Treasury Management Performance Report to 30th September 2023 pdf icon PDF 499 KB

The report gives details of performance against the Council’s Treasury Management Strategy for the first half of 2023-24.

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Cllr Mark Elliott introduced the report and made the following statement:


“The Treasury Management report sets out the performance of the Council’s investments.  This report is a little less gloomy in that whilst rampant inflation is obviously a very bad thing, it does mean that interest rates have gone up!


We take a prudent approach to treasury management, and we don’t make any risky investments with public money. 


The headlines are:


Our total investments sit at just under £54 million (including £10m held in Environmental, Social and Governance funds), the total being slightly up on the last report, and our borrowing sits at just over £218 million, slightly down on the last report. We are achieving an overall return on investment of 4.64%, we are within target levels on all our key indicators, and that we are now predicting to be £1.11m under budget on our interest and capital financing costs as a result of the higher interest rates and the rephased projects I talked about in the previous report.


All the detail behind that is set out in the report, so I will simply move the recommendations set out in sections 2.1 and 2.2.”


Cllr Tim Ball seconded the recommendation and noted the excellent work carried out by Councillors and Officers.


Cllr Paul May noted that the way the Council runs its finances is crucial to its stability and thanked the Officers for this excellent report.


RESOLVED (unanimously):


(1)  To note the Treasury Management Report to 30th September 2023, prepared in accordance with the CIPFA Treasury Code of Practice.


(2)  To note the Treasury Management Indicators to 30th September 2023.


Quarter 2 Strategic Performance Report 2023/24 pdf icon PDF 148 KB

The report updates Cabinet on the progress made against a key set of strategic performance measures which assess our progress on delivering the Corporate Strategy, other key strategies, and key aspects of service delivery.

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Cllr Dave Wood introduced the report, moved the officer recommendation and explained that this is the performance indicator report on the Council’s new Corporate Strategy.  The information presented is changing to reflect the new corporate priorities and the Liberal Democrat manifesto.  Future reports will see the introduction of new performance indicators which are currently under development.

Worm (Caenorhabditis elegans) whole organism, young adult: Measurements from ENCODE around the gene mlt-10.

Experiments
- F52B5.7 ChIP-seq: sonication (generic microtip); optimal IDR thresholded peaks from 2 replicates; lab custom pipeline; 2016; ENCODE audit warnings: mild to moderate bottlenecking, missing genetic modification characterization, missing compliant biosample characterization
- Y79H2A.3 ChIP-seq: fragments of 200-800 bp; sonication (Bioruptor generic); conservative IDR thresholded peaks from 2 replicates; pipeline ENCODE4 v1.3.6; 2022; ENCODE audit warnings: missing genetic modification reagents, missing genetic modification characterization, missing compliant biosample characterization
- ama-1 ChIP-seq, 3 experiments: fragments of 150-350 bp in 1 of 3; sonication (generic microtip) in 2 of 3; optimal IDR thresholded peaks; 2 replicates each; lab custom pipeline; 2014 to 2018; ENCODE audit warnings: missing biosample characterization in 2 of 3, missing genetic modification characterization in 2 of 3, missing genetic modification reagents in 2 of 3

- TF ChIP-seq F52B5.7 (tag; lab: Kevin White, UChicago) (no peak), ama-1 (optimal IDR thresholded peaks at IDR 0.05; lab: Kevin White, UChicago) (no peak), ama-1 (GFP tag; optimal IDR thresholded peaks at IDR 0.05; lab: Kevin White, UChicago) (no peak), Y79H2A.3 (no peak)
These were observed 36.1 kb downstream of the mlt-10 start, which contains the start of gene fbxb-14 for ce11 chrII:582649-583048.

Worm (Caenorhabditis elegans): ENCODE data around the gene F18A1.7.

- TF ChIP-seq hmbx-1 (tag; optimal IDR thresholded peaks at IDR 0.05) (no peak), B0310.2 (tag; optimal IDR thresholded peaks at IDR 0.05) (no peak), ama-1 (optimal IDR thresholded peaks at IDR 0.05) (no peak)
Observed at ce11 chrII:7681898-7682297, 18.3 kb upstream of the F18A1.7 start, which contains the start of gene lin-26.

Cllr Sarah Warren seconded the report and made the following statement:


“I very much welcome the Quarter 2 performance monitoring report, representing an increasing emphasis across the organisation on evidence-based monitoring of progress against key objectives in the corporate plan. It is really pleasing to see the progress made towards a performance culture and ensuring that we are targeting our investment effectively.


The development of performance monitoring in relation to key climate emergency targets is one of the most challenging areas, and very much still developing, as in many cases, it takes time to identify or develop the appropriate data flows. The measures we have been able to include in this year’s reporting around are useful and show some promising trends.


Houses are becoming more energy efficient, and we are seeing a corresponding improvement in Energy Performance Scores of dwellings in B&NES. However, an increase in the overall number of houses mean that total emissions from housing are still increasing. We hope that in future years, we will start to see more rapid improvement, as the ground-breaking requirement for zero carbon new build that we have introduced through our Local Plan Partial Update works its way through the house building system.


Renewable energy generation is increasing both on the council's own estate, and district wide - but is still below target. On the council estate, we expect to take decisions over the coming year to bring forward some larger sites, which should see that measure improving more rapidly.


B&NES remains a strong performer on recycling, with the percentage of household waste being reused, recycled, composted, removed remains well above target at 96%. In another positive sign, we are seeing a continuing reduction in air quality monitors breaching legal limit value.


Measures of nature recovery and road transport remain in development, and I look forward to reviewing work over the coming months to further develop KPIs for transport and travel so that we can provide clear and transparent information on our achievements in this key priority area for the council.”


Cllr Kevin Guy stated that officers have been asked to make B&NES Council one of the greenest councils in the country.  He thanked staff for working so hard to fulfil this high expectation.


RESOLVED (unanimously) to note progress on the delivery of key aspects of the Council’s service delivery, details of which are highlighted in section 3.6 and Appendix 1 of the report.